160 REM  NB: The number returned is the count of days with

170 REM  Day 1 being Jan 1st 1978

180 REM


200 jsum = 0

210 FOR i = 1 TO 20 : READ j : jsum = jsum + j : POKE HIMEM + i, j : NEXT

220 IF jsum <>2465 THEN PRINT "Error in DATA statement" : STOP

230 = HIMEM + 1

240 DATA &HE5, &H21, &H00, &H00, &HE5, &HE5, &H39, &HEB

250 DATA &H0E, &H69, &HCD, &H05, &H00, &HD1, &HE1, &HE1

260 DATA &H73, &H23, &H72, &HC9

270 REM

280 CALL

290 REM

300 day% = day% + 365 + 366 - 1 : weekday% = day% MOD 7

310 IF weekday% = 0 THEN weekday$ = "Thursday"

320 IF weekday% = 1 THEN weekday$ = "Friday"

330 IF weekday% = 2 THEN weekday$ = "Saturday"

340 IF weekday% = 3 THEN weekday$ = "Sunday"

350 IF weekday% = 4 THEN weekday$ = "Monday"

360 IF weekday% = 5 THEN weekday$ = "Tuesday"

370 IF weekday% = 6 THEN weekday$ = "Wednesday"

380 year% = 1976 + 4 * (day% \ (365+365+365+366))

390 day% = day% MOD (365+365+365+366)

400 IF day% = (31+29-1) THEN day% = 29 : month$ = "FEB" : GOTO 470

410 IF day% > (31+29-1) THEN day% = day% - 1

420 year% = year% + day% \ 365

430 day% = day% MOD 365

440 READ month.days%, month$

460 IF day% >= month.days% THEN day% = day% - month.dayS% : GOTO 440

470 PRINT USING"& & ##/&/####";"Today is";weekday$,day%,month$,year%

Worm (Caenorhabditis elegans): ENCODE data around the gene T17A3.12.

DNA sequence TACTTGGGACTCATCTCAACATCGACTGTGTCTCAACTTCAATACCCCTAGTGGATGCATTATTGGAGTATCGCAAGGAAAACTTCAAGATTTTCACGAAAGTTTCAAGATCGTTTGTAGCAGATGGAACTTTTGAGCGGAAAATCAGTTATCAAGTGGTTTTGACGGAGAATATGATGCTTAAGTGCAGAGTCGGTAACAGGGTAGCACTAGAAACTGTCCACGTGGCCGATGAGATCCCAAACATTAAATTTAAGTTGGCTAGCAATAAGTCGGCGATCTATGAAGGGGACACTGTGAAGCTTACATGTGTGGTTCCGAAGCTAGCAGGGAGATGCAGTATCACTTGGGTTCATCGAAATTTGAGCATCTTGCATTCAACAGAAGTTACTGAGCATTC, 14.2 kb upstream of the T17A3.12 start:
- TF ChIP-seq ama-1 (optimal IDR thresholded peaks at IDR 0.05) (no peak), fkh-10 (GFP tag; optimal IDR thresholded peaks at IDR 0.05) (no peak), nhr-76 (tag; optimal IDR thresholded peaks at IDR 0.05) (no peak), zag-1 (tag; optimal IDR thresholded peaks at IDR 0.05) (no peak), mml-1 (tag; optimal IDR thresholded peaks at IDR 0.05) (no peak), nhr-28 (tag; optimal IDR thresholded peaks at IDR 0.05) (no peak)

480 END

490 DATA 31, JAN, 28, FEB, 31, MAR, 30, APR, 31, MAY, 30, JUN

500 DATA 31, JUL, 31, AUG, 30, SEP, 31, OCT, 30, NOV, 31, DEC

Example 2: Getting the time from CP/M

100 REM

110 REM Fetching the time

120 REM

130 REM Lines 210..310 Set up the machine code required and

140 REM                 should only be executed once

150 REM Lines 330..360 Give an example of use

160 REM  NB: You must give all parameters in the order given

170 REM  even if you only wish to use some of them. You can

180 REM  change their names if you wish, but they must all be

190 REM  integer variables.

200 REM

210 jsum = 0


230 FOR i = 1 TO 42

240 READ j : jsum=jsum+j

250 POKE HIMEM + i, j

260 NEXT

270 IF jsum<>5177 THEN PRINT "Error in DATA": STOP

280 DATA &HE5, &HD5, &HC5, &H21, &H00, &H00, &HE5, &HE5

290 DATA &H39, &HEB, &H0E, &H69, &HCD, &H05, &H00, &HD1

300 DATA &HD1, &H06, &H03, &H6F, &HE6, &HF0, &H67, &HAD

310 DATA &HCB, &H3C, &H84, &HCB, &H3C, &HCB, &H3C, &H84

320 DATA &HE1, &H77, &H23, &H36, &H00, &H7A, &H53, &H10

330 DATA &HEA, &HC9

320 REM

330 WIDTH 255

340 CALL get.time(hour%,mins%,secs%)

350 PRINT USING "The time is now ##:##:## &";hour%;mins%,secs%;CHR$(13);

360 GOTO 340